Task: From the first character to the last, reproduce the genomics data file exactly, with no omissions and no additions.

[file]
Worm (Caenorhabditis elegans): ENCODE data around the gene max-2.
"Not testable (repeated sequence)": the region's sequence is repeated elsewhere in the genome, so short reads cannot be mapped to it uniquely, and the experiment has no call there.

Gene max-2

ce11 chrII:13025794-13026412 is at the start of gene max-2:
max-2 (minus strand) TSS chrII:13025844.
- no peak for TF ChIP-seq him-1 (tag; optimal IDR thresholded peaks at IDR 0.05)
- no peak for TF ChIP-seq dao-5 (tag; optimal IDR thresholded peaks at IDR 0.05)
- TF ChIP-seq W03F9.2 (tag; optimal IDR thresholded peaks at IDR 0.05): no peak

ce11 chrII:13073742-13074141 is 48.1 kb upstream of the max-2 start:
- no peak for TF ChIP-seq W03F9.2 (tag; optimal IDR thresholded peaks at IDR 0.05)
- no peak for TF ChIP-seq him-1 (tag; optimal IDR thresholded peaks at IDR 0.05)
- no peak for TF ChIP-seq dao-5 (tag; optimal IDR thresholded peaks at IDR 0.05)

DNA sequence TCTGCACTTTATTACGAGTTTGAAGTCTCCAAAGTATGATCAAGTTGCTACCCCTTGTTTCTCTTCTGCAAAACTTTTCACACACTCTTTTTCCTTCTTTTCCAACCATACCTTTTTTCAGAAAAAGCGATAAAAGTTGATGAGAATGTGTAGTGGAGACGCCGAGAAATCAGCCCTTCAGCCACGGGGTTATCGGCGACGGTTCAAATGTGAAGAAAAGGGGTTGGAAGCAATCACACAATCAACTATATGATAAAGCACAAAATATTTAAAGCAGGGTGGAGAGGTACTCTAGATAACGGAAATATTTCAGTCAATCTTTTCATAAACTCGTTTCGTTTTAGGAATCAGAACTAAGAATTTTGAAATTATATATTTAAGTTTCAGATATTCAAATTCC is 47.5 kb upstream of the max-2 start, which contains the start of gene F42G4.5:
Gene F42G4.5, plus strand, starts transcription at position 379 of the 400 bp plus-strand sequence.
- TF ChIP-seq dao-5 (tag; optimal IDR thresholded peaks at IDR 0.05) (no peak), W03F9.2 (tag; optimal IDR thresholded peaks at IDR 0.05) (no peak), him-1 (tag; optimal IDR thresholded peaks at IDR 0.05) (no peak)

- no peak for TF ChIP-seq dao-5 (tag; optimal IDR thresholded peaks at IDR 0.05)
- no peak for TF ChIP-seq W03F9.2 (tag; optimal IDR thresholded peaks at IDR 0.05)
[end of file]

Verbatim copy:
Worm (Caenorhabditis elegans): ENCODE data around the gene max-2.
"Not testable (repeated sequence)": the region's sequence is repeated elsewhere in the genome, so short reads cannot be mapped to it uniquely, and the experiment has no call there.

Gene max-2

ce11 chrII:13025794-13026412 is at the start of gene max-2:
max-2 (minus strand) TSS chrII:13025844.
- no peak for TF ChIP-seq him-1 (tag; optimal IDR thresholded peaks at IDR 0.05)
- no peak for TF ChIP-seq dao-5 (tag; optimal IDR thresholded peaks at IDR 0.05)
- TF ChIP-seq W03F9.2 (tag; optimal IDR thresholded peaks at IDR 0.05): no peak

ce11 chrII:13073742-13074141 is 48.1 kb upstream of the max-2 start:
- no peak for TF ChIP-seq W03F9.2 (tag; optimal IDR thresholded peaks at IDR 0.05)
- no peak for TF ChIP-seq him-1 (tag; optimal IDR thresholded peaks at IDR 0.05)
- no peak for TF ChIP-seq dao-5 (tag; optimal IDR thresholded peaks at IDR 0.05)

DNA sequence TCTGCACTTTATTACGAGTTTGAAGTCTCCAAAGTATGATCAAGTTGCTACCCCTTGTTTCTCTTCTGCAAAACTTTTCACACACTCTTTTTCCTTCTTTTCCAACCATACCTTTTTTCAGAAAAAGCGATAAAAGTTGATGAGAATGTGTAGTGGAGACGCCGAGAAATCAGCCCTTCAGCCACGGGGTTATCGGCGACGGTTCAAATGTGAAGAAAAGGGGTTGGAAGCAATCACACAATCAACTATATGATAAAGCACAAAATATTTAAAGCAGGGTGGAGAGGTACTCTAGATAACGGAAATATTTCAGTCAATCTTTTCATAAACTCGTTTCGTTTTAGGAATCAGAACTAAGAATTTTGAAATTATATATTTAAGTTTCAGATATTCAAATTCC is 47.5 kb upstream of the max-2 start, which contains the start of gene F42G4.5:
Gene F42G4.5, plus strand, starts transcription at position 379 of the 400 bp plus-strand sequence.
- TF ChIP-seq dao-5 (tag; optimal IDR thresholded peaks at IDR 0.05) (no peak), W03F9.2 (tag; optimal IDR thresholded peaks at IDR 0.05) (no peak), him-1 (tag; optimal IDR thresholded peaks at IDR 0.05) (no peak)

- no peak for TF ChIP-seq dao-5 (tag; optimal IDR thresholded peaks at IDR 0.05)
- no peak for TF ChIP-seq W03F9.2 (tag; optimal IDR thresholded peaks at IDR 0.05)